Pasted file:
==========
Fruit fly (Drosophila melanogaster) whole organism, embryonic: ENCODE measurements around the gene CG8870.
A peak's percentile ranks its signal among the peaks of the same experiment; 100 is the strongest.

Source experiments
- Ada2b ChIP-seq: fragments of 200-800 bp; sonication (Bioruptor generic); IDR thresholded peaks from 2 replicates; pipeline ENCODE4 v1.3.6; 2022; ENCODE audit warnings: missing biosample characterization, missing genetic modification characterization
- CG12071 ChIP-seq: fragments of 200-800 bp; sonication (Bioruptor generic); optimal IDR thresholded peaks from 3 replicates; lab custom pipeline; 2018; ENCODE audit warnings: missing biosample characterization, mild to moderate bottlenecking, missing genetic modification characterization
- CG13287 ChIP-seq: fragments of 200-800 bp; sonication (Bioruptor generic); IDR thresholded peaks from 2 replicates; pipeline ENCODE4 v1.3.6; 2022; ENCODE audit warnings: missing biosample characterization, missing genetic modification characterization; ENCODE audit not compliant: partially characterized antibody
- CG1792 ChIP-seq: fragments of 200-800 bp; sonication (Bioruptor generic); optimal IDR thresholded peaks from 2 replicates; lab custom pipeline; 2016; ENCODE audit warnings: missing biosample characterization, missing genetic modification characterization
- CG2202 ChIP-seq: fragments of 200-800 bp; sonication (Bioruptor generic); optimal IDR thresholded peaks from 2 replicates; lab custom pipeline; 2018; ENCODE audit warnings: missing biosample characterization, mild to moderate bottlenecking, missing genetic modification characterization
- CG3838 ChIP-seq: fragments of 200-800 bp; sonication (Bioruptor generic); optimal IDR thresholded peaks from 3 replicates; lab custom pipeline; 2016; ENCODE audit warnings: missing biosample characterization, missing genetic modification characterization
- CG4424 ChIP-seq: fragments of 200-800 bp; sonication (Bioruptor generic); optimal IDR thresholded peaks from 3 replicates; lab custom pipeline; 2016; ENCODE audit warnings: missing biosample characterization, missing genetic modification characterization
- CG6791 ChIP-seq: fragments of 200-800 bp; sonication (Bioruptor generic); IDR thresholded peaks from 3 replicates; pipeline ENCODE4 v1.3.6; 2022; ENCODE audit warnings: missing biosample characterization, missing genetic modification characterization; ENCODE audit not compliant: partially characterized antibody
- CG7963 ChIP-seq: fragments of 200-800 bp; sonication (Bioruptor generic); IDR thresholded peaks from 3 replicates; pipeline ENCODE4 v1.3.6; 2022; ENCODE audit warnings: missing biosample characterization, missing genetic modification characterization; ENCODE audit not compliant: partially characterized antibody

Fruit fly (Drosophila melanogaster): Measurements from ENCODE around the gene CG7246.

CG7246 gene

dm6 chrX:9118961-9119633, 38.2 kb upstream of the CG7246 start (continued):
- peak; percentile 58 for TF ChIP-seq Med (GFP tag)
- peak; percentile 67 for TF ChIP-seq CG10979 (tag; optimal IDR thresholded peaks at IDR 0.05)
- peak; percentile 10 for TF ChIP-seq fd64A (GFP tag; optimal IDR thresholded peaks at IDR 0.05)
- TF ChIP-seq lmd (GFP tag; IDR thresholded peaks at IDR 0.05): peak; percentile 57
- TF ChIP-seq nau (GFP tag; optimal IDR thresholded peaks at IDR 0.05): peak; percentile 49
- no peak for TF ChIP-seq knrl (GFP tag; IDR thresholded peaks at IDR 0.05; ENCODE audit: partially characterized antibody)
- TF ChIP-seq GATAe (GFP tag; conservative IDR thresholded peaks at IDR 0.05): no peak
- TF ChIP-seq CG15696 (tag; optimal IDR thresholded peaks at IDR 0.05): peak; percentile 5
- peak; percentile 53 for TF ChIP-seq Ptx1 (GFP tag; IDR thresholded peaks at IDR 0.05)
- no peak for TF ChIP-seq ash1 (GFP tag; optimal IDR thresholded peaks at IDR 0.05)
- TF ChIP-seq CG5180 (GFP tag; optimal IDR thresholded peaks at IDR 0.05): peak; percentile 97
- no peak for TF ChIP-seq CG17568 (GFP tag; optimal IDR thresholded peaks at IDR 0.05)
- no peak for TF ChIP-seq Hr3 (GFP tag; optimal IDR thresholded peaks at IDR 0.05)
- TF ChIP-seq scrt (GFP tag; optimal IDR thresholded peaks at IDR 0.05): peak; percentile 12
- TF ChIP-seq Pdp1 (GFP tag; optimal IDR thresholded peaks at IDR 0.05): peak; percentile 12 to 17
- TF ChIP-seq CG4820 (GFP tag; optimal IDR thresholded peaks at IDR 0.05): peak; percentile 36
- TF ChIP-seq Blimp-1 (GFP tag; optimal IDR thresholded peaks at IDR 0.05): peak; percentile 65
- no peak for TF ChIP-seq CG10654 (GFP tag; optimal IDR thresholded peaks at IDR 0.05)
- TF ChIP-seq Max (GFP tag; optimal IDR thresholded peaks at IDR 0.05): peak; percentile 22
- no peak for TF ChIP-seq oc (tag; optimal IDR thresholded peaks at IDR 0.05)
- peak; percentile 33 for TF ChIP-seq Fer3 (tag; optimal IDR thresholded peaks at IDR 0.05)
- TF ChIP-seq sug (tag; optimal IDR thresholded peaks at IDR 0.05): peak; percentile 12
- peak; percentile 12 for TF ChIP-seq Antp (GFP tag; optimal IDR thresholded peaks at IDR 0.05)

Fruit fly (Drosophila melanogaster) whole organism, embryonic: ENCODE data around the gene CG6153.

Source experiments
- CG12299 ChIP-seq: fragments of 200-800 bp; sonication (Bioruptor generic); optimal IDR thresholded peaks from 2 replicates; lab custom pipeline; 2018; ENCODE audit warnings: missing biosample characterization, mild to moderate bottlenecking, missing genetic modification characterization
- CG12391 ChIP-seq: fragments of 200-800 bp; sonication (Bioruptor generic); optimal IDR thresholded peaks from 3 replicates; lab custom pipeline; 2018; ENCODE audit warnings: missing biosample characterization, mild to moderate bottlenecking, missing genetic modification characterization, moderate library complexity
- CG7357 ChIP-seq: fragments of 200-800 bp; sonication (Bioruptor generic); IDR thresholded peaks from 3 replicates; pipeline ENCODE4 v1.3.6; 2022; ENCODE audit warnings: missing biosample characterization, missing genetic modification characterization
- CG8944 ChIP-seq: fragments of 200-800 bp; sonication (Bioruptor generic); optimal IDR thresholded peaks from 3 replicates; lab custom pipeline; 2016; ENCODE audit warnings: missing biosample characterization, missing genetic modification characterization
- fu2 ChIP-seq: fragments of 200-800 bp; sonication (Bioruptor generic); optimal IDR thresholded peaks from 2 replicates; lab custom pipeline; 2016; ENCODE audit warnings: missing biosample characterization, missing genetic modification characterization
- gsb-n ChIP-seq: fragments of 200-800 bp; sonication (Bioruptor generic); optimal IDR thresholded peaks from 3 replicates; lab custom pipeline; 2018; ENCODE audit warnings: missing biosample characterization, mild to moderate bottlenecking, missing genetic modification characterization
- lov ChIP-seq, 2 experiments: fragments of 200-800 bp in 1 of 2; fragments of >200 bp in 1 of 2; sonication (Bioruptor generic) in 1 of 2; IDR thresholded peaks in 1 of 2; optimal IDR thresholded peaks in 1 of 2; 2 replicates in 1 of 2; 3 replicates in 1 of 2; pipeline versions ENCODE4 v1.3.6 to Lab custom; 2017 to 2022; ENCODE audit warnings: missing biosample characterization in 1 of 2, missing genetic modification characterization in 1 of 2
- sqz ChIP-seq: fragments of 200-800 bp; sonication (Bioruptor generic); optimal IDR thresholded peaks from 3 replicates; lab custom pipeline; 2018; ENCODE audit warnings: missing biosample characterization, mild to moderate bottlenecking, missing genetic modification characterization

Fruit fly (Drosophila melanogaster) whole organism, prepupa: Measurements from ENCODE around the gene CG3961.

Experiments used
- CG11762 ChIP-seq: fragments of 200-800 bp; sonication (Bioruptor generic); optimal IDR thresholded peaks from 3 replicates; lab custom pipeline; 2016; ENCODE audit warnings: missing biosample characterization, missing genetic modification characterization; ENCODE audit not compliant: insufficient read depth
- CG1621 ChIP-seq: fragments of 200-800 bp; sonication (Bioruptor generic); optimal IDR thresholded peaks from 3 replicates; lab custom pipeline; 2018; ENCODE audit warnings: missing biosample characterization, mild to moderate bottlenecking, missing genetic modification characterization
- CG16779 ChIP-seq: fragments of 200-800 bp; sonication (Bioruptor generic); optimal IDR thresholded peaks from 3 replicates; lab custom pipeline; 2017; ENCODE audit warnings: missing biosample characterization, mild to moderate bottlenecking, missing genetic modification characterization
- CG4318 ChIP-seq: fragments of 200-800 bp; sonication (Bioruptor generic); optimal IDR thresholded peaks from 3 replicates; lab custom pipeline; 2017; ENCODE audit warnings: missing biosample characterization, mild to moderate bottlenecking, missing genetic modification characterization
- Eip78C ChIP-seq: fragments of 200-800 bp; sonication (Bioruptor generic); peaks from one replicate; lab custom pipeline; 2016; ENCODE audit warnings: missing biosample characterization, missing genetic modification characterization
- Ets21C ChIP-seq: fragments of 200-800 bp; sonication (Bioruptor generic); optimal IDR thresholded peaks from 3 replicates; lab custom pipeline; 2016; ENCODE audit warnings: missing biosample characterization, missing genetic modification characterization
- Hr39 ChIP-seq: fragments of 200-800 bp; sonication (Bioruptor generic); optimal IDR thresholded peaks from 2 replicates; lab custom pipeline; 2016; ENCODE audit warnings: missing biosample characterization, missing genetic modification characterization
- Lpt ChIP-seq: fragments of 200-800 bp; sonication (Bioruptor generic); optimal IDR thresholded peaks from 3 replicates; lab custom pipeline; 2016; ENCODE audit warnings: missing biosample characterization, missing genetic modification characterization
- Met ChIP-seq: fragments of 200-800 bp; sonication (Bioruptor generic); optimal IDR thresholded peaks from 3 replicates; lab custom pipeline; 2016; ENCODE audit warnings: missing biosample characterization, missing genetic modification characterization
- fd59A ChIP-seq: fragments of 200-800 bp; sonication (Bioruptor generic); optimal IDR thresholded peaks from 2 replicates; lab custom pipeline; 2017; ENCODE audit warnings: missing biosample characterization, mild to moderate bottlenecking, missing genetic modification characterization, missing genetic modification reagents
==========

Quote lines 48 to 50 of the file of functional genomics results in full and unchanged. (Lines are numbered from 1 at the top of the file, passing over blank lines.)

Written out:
- sqz ChIP-seq: fragments of 200-800 bp; sonication (Bioruptor generic); optimal IDR thresholded peaks from 3 replicates; lab custom pipeline; 2018; ENCODE audit warnings: missing biosample characterization, mild to moderate bottlenecking, missing genetic modification characterization

Fruit fly (Drosophila melanogaster) whole organism, prepupa: Measurements from ENCODE around the gene CG3961.

Experiments used